A chance discovery of a lost notebook in Slovenia’s capital sends a traveler on an epic quest to return the diary to its rightful owner.
Stumbling off the night train at Ljubljana station, I wandered into the 8 am sunlight in search of adventure. While looking for the city center, a pink church by a large river appeared before me. Between the two stood a monument; a place to sit and find accommodation.
After a few minutes of lazy people watching, I noticed a book perched inconspicuously beside me. It was an unnoteworthy notebook, yellow and covered with colored circles. Despite my attempts to ignore it, the book captured my gaze.
It was clearly well-used, with scraps of paper bulging out. There was even a pen tucked inside. The book was surely bursting with local knowledge, which is exactly what I was seeking on my first trip to Slovenia.
Something about this notebook seemed special. It was like a treasure chest of authentic, hidden knowledge. No spin, no agenda, just one person’s thoughts and experiences etched onto paper.
Ten minutes passed, and no one so much as glanced at the notebook, let alone came to collect it. It just sat there, somehow appearing lost, alone, and desperate. There’s a taboo against looking in other people’s journals, but at this point, one of two things was true: either it was left here deliberately to be found, or someone had lost the book and wanted it back. Either way, I had to peek, didn’t I?
The first page was clearly a letter, with joined-up, slanted handwriting, presumably in Slovenian. The letters were hard to make out, but I tried popping it into Google Translate anyway. “Dear Julie,” it read, “I eat very happy, I eat three lilacs.”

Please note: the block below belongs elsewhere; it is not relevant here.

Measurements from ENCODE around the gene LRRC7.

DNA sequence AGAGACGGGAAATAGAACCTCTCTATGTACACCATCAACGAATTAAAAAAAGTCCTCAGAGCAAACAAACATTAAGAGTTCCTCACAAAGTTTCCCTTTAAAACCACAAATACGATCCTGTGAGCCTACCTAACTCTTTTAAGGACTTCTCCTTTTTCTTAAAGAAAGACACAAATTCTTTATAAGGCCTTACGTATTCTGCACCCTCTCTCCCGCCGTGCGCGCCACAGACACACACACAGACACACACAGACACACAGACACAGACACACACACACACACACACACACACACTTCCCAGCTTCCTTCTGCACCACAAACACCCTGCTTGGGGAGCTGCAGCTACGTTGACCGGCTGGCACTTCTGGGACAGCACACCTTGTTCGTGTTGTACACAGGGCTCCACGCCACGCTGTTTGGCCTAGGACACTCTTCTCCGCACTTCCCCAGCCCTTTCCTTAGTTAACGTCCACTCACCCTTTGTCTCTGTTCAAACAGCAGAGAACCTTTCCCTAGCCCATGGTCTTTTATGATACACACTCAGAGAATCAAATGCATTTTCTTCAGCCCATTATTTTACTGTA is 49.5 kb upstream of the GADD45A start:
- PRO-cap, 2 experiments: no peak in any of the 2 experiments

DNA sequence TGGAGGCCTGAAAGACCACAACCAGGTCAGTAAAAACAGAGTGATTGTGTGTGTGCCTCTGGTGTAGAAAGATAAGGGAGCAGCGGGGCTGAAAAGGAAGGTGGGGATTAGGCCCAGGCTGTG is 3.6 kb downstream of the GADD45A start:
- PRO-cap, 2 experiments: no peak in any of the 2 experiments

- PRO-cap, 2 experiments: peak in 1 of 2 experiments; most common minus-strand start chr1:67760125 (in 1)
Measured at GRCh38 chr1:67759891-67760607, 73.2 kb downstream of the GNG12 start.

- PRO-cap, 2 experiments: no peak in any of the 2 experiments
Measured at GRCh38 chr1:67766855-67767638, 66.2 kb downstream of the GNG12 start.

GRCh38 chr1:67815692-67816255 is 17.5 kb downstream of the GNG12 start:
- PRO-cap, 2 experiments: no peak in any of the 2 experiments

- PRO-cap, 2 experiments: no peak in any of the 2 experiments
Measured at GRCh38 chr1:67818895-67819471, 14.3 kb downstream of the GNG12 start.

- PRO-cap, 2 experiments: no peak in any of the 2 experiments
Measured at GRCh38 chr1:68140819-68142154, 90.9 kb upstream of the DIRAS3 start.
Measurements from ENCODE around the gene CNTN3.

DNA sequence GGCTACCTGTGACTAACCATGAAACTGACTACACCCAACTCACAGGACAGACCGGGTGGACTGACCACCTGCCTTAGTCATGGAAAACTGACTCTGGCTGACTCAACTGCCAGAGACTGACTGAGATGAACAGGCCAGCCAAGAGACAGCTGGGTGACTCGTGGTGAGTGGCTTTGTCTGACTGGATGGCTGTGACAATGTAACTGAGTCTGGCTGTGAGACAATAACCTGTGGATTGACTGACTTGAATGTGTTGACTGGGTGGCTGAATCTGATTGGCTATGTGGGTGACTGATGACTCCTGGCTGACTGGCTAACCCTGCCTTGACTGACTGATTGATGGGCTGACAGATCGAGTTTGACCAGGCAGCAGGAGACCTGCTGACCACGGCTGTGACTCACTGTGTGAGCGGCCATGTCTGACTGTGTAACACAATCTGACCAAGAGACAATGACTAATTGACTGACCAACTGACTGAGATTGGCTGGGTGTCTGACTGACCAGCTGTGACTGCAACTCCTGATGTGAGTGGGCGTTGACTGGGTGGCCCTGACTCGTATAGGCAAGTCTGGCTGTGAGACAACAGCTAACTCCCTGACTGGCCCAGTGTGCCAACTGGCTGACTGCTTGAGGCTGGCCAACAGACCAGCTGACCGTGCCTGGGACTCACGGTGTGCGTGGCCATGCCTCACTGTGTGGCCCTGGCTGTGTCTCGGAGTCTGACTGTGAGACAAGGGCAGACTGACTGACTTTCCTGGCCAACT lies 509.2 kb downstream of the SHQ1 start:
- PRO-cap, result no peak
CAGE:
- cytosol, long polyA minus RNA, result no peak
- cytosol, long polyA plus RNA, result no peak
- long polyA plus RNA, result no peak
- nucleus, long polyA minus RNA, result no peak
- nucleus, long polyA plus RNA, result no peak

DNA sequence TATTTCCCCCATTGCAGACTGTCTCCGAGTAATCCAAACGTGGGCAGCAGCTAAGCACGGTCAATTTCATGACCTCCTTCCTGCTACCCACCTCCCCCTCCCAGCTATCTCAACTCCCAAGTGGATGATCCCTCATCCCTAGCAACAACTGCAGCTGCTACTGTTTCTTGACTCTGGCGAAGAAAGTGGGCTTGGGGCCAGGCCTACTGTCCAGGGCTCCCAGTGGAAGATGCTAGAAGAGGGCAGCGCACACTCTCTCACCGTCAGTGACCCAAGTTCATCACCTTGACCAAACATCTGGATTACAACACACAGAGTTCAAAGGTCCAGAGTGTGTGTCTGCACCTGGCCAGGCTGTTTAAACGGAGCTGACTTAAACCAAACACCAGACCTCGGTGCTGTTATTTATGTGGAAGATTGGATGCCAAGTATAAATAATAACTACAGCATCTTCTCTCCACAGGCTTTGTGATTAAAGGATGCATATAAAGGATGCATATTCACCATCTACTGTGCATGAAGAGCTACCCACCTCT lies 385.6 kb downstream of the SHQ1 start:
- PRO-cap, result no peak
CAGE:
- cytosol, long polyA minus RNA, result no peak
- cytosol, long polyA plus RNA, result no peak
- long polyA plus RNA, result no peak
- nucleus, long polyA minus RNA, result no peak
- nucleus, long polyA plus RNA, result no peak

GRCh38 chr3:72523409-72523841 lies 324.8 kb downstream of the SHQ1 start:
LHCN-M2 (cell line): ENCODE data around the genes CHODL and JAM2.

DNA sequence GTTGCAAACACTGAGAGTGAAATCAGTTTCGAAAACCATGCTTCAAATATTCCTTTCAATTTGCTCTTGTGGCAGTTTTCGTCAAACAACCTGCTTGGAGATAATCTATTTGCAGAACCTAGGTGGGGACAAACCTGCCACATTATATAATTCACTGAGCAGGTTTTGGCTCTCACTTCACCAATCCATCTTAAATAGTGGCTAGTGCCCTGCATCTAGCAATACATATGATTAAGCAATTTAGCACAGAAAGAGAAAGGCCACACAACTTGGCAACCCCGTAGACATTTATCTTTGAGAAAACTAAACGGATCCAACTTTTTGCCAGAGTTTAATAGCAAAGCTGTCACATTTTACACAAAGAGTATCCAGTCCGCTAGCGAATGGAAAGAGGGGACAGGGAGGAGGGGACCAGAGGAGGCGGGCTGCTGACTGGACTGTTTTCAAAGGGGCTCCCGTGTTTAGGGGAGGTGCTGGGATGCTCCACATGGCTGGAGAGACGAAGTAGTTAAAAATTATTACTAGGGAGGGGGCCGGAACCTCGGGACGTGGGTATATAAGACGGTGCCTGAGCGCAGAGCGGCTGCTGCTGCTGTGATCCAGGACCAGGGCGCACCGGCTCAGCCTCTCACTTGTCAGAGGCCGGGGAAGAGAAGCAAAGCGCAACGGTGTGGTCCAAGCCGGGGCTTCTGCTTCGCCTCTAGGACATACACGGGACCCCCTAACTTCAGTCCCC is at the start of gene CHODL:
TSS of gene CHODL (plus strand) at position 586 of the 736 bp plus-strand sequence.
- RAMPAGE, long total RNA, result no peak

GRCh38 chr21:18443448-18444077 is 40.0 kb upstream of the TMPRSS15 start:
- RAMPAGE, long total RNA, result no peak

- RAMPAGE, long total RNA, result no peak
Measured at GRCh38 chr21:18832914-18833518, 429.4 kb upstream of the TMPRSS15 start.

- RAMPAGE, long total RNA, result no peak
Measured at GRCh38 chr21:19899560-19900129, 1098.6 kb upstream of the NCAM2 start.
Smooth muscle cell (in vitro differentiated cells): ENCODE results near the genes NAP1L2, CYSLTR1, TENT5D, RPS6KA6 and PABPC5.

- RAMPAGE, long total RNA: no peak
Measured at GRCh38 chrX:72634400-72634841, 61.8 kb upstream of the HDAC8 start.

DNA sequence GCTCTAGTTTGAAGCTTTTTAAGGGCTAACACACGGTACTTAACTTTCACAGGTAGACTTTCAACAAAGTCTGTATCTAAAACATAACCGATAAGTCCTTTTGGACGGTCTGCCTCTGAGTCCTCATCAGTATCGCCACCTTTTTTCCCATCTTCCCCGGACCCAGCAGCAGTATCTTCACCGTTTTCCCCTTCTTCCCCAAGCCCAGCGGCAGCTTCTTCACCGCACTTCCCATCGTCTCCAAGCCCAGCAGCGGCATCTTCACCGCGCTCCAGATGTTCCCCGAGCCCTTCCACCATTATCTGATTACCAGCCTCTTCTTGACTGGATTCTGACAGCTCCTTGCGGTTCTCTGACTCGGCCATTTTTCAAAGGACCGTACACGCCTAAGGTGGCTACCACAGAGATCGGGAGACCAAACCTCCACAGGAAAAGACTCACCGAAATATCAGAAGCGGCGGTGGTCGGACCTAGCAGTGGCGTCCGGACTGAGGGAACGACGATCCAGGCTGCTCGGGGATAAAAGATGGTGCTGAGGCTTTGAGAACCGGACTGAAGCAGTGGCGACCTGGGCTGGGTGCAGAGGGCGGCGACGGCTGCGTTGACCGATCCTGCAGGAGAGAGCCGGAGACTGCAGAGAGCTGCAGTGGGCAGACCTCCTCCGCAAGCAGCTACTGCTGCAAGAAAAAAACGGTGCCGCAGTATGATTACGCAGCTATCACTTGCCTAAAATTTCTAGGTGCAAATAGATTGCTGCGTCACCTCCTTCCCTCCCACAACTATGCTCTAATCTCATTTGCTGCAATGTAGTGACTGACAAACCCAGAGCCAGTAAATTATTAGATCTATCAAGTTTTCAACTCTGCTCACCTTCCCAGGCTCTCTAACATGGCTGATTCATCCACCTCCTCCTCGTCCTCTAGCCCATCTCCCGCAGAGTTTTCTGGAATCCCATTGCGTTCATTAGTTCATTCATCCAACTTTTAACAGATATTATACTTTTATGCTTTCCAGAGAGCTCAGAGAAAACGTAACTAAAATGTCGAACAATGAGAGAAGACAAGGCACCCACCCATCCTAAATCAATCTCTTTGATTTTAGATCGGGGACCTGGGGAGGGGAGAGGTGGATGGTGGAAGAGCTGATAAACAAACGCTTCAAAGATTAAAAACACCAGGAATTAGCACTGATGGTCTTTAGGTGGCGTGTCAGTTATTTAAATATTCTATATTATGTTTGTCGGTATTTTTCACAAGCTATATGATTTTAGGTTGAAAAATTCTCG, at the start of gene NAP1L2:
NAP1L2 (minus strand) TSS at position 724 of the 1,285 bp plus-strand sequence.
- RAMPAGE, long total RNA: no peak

Hmm. Seems unlikely.
To crack the code, I’d need help. Sanja, the local woman sitting next to me, seemed like she’d have the necessary skill set.
“Excuse me,” I asked, “is this your book? No? In that case, can you help me figure out whose it is?”
Somewhat bewildered, Sanja kindly agreed to take a look at the letter.
“It’s written for Julija,” she explained. “It’s from a headteacher wishing her luck at high school, dated October last year. That makes Julija 14 or 15.”
Great, now we’re getting somewhere! The other pages were filled with sketches and paintings, as well as quotes from a local writer, Ivan Canker. He was a freethinker and social critic who embraced Nietzche and rejected dogma. His frequent appearance in the notebook revealed something of Julija’s personality: thoughtful and idealistic.
From the sketches, I hoped to discover what Julija looked like. A drawing of the same girl appeared repeatedly, often with a male companion. Surely this was a self-portrait. Even so, my hopes of finding the owner were diminishing. Why don’t kids label their stuff these days?
There were a few phone numbers in the back. If there were no more clues, I’d have to give them a call and ask if they knew Julija. Luckily, it didn’t come to this.
It took foraging through almost every page to solve the riddle.
There! Near the front!
I’d missed it at first because it was written faintly in faded pencil markings: Julija followed by another word which, although unfamiliar, was surely a surname.
Excitedly, though with cautious optimism, I typed the name into Instagram. It was at least a start, even if it revealed a million results.
Surprisingly, just one profile popped up. I’d struck gold.
This caused a spike in my heart rate. Surely no further confirmation was needed; this was the owner. “I’ve found her!” I exclaimed to Sanja.
Notably less excited than me, she wished me congratulations. But still, we needed to contact Julija. The profile was private, meaning I couldn’t send her a message. The name produced no results on Facebook, and I’m not on any other social media; certainly not the cool new apps used by today’s youth.
There was more information in the bio, though; notably a four-letter acronym. Sanja told me it was a local photography and design school. Google Maps informed me further that this was a mere eight-minute walk from the monument on which I sat. Sanja said there would be someone at the front of the school who’d ensure it got back to its rightful owner.
Walking with confidence along the river, I bathed in the warm morning sun. The water lapped gently beside me, guiding my route past imposing Baroque buildings, countless grand, stone bridges, and pastel riverside apartments with their rust-colored balconies. It was a wonderful walk through a picturesque city center.